Friday, March 29, 2013

Jesus and His Bride

Many years ago my wife and I visited Niagara Falls in the state of New York. While viewing the lower part of the falls, the tour guide told our group a heartbreaking story. Some years previous, before there were safety rails, a newly married couple was viewing that great rush of water. The young bride ventured too close to the edge and fell in. Immediately, without a second’s hesitation, her young lover dove in after her. As he held her in his arms, they went over the falls together, plunging to their death.

The spiritual application is obvious. The bridegroom died for his bride, not for himself. He needed no saving; she did. And it was his love for her which moved him to take that most dreadful leap into what was to be their watery grave.

Paul tells us, “Ye are bought with a price.”  In the book of Leviticus, the redemption value of a male between the ages of twenty and sixty was fifty shekels of silver. But for a woman, it was thirty shekels of silver. Unknown to Judas and the priests, they would forever show the world, the thirty pieces of silver was not for Jesus, but for His bride. His death was for her redemption.

Unlike the bride in our story, who died with her lover, our story does not end there. For we not only died with the Lover of our souls, but were raised with Him, and now walk with Him in newness of life. Hallelujah! Saints of God, we’re on our “eternal honeymoon!”

Tuesday, March 26, 2013

Prayers Paradox

A few months ago after a phone conversation with a friend, just prior to ending the call, the person said, “You pray for me and I’ll pray for you.” I thought to myself at the time, and since then, how strange a statement. You would think each would pray for himself or herself. After all, who knows better one’s needs than the individual? Nevertheless, God has ordained it so.

In the very first church Paul established, he taught the new converts at Thessalonica this truth. Listen to this giant man of prayer asking the lesser, so to speak, for their prayers, “Brethren, pray for us...”  But who, also said, “We pray always for you...” This was the rule in his other epistles as well. Interestingly, this great man of God asks prayer from those we would think beneath us spiritually.

Many years ago I began asking little children, and saints who were considered least esteemed in their church, and yes, even those who by their outward appearance seemed to be worldly, to pray for me. I have found such people, as well as other kinds, often have something between themselves and their God the rest of us have not been let in on. James admonishes us, “Pray one for another.” Brethren, LET’S GET TO IT!

Saturday, March 23, 2013

*Miracle Lives

Christianity is the only religion in the world whose credentials read, “Miraculous.” Oswald Chambers writes, “If Christianity is not miraculous, it’s a sham.” Its founder was not only a miracle worker, He Himself, was a miracle. His birth and resurrection were the two greatest miracles this world has ever, or will ever, see.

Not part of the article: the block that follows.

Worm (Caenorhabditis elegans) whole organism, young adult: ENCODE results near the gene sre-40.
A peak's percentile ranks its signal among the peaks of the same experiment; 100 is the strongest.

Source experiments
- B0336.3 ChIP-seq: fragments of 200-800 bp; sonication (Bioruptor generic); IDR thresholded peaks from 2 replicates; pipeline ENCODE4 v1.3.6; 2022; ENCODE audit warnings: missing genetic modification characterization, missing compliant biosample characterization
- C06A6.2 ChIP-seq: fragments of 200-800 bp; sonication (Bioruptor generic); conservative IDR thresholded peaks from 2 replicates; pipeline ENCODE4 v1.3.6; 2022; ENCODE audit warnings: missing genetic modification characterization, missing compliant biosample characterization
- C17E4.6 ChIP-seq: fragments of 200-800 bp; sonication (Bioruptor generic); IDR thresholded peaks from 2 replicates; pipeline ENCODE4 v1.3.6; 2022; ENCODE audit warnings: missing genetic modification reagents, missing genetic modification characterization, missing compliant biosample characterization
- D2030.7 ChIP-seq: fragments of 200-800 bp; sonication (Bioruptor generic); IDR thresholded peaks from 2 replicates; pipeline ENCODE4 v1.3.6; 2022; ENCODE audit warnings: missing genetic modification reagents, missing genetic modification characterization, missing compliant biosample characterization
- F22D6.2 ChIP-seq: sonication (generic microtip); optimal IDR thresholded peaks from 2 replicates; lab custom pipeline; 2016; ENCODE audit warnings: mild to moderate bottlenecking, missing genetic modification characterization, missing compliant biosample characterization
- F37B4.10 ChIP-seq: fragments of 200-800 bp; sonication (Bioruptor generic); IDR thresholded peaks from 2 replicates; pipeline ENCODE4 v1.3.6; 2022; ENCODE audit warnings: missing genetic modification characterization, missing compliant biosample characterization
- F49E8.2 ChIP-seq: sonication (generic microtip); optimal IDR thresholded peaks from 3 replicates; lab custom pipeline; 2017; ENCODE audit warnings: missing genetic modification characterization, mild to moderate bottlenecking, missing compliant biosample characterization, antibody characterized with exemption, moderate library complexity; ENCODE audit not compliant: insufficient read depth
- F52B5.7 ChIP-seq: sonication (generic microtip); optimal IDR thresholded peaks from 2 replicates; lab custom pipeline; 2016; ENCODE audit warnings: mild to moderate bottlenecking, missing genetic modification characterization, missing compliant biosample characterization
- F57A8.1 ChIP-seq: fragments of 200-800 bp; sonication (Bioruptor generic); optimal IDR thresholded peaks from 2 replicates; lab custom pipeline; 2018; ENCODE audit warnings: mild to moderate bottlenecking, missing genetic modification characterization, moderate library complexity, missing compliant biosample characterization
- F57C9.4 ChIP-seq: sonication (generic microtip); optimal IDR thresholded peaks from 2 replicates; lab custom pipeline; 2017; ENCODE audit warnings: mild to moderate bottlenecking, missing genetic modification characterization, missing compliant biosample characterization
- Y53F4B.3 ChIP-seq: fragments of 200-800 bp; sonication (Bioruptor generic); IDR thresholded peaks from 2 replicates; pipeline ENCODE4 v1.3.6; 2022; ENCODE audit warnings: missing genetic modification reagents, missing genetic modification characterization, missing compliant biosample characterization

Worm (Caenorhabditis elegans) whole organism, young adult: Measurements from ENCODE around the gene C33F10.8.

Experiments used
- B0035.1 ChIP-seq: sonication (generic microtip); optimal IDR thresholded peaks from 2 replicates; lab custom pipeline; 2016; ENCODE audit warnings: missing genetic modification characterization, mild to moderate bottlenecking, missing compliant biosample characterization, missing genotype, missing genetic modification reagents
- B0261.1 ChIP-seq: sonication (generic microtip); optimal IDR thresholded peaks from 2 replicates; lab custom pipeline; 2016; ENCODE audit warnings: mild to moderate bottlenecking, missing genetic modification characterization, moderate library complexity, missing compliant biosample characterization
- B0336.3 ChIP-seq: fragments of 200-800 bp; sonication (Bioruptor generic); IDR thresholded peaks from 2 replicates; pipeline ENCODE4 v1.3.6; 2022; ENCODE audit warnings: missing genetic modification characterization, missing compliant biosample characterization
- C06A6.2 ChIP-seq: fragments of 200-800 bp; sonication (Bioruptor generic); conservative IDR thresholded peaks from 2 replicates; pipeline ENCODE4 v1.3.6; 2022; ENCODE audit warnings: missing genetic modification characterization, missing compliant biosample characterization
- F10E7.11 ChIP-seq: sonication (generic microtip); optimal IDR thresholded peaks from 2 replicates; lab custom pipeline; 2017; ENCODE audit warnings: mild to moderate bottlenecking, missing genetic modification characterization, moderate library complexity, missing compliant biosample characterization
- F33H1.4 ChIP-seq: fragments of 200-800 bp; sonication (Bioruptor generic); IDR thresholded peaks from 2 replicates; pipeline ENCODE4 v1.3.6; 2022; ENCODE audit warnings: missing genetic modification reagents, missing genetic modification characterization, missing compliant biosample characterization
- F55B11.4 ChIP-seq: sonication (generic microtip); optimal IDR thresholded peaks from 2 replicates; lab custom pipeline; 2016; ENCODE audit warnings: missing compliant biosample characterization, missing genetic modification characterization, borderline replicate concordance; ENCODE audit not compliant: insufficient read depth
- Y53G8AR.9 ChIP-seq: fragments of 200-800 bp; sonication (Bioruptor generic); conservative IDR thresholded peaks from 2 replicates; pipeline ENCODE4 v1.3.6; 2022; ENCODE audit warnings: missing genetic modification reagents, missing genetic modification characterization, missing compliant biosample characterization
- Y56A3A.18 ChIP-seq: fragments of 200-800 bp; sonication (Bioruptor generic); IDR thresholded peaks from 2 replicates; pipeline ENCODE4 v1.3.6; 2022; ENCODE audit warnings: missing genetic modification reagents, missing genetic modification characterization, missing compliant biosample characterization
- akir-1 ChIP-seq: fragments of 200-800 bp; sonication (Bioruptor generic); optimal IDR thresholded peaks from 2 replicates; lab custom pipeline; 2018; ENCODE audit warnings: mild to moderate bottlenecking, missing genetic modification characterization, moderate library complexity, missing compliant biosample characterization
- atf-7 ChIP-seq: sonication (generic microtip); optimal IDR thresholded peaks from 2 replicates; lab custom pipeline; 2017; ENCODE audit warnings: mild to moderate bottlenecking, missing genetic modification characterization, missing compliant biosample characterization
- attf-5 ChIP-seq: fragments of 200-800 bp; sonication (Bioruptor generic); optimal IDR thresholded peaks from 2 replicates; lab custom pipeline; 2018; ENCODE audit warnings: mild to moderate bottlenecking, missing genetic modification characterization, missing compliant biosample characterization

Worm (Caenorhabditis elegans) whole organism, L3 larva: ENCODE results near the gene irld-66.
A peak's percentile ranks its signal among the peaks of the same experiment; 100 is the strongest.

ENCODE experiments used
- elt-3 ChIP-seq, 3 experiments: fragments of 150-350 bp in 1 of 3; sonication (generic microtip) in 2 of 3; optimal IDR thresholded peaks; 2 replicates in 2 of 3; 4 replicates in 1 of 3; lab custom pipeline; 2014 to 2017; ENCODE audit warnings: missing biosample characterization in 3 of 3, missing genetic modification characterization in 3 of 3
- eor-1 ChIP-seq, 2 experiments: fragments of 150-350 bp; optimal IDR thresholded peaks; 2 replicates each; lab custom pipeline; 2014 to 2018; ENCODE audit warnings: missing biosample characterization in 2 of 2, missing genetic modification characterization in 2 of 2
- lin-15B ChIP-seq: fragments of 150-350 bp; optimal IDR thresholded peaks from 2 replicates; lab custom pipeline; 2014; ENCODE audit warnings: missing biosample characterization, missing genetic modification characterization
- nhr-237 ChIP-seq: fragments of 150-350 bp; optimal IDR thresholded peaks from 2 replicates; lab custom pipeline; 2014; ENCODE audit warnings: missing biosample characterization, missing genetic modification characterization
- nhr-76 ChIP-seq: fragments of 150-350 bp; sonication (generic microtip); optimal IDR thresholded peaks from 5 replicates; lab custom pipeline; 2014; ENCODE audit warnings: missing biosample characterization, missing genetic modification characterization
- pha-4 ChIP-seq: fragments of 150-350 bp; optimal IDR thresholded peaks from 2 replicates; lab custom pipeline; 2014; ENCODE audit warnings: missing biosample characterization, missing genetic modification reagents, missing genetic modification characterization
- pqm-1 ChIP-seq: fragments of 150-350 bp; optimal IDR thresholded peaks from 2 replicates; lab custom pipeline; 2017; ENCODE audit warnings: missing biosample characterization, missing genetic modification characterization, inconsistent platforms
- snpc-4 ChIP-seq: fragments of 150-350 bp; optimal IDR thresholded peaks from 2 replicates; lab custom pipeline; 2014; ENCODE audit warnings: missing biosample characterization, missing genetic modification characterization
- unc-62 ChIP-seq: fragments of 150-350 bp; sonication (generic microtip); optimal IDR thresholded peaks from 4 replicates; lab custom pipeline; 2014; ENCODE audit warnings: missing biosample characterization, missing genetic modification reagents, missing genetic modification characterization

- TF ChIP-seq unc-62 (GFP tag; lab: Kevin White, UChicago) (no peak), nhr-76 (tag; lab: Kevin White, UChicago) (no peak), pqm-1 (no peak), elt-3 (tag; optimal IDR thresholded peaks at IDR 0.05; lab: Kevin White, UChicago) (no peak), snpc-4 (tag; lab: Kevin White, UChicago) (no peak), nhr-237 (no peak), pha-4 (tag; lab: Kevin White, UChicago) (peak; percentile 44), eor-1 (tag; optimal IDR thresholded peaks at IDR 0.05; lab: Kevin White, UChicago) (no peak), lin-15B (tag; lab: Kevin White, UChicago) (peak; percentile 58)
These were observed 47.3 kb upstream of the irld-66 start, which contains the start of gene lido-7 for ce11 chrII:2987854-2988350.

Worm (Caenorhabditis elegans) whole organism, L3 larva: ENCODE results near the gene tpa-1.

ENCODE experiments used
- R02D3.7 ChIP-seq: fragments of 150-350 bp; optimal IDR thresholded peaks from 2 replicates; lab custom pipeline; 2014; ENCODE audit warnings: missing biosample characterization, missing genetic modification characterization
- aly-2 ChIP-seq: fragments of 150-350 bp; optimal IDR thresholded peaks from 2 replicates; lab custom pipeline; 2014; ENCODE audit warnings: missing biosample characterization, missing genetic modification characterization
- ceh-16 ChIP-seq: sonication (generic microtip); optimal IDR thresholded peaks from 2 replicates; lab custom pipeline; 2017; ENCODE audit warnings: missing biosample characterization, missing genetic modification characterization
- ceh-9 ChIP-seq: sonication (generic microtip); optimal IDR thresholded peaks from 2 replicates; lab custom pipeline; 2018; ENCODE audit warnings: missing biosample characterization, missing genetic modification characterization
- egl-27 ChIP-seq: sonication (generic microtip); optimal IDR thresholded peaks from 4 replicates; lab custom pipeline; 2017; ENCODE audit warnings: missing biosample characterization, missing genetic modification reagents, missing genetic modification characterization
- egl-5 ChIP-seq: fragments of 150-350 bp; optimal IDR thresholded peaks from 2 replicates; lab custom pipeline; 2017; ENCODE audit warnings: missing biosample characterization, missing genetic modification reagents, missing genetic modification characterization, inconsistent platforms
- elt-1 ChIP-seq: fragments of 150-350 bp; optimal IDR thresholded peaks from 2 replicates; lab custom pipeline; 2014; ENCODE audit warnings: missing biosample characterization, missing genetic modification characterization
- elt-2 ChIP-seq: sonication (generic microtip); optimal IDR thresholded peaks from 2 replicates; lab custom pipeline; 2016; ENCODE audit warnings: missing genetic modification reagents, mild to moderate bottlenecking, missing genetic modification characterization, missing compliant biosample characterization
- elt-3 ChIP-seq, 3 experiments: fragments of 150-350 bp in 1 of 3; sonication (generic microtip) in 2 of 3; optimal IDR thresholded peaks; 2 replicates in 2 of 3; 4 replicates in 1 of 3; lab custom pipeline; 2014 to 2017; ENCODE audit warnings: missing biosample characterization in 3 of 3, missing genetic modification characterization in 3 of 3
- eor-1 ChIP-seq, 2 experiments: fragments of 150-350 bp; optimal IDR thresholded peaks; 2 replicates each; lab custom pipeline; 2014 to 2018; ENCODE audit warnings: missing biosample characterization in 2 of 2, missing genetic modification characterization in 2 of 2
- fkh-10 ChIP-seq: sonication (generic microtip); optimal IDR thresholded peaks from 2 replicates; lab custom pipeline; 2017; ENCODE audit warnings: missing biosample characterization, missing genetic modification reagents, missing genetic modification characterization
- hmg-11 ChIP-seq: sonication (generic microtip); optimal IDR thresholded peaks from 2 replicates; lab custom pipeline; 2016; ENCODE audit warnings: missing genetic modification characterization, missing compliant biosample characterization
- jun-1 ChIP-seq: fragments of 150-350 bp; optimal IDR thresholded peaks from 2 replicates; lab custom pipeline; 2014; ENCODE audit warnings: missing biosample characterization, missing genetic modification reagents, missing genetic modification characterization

Every true Christian is God’s, “Miracle Child.” Whenever natural man asks us, as it asked our Saviour, “shew us a miracle,” we should be able to say, “You’re looking at one.”  In a genuine Believer’s life is something that cannot be explained apart from his or her miracle working God!
Therefore, each of us who name the name of Christ ought to be a walking miracle. I’m not speaking of miraculously walking on water, but rather, walking miraculously on land. A similar walk in principle to the one He walked on earth. The world’s description of us being, “They’re miracles in shoe leather.”

Friday, March 22, 2013

Hard Sayings

“This is an hard saying; who can hear it...From that [time] many of his disciples went back, and walked no more with him.”

In John the sixth chapter, Jesus spoke of “eating His flesh and drinking His blood.” And if one didn’t, he or she would forfeit eternal life. This difficult saying caused many to give up on following Him, in spite of the fact He was speaking spiritually, and told them as much in verse sixty-three. Even Peter understood it to be so v. 68, b. To take it literally would mean one believed in cannibalism.

This is seen also in the following chapter. There He speaks of “rivers of water” flowing out of a man’s stomach. But in verses 38-39, again, it plainly says He was speaking spiritually.

Just like wading through lengthy genealogies produce patience and character in us, even so, the hard sayings have their purpose. I believe one of the main purposes is in getting the spiritually minded to think. Jesus always made His hearers think.

You can depend on the dunces to give up when the thinking gets tough!

Modern translations attempt to make Jesus’ hard sayings easier by replacing them with ones of their own. But I find theirs much more difficult to understand, if not impossible. In trying to make it more acceptable, they leave it less challenging.

Peter, speaking of Paul’s epistles said. “As also in all [his] epistles, speaking in them of these things; in which are some things hard to be understood.”  Notice, he did not suggest a better rendering of Paul’s letters or a more up to date translation. We are to put on our spiritual thinking-caps, and work through difficult passages. It takes spiritual and intellectual sweat to understand the hard things of the Bible, which this generation of Christians, is not into.

Thursday, March 21, 2013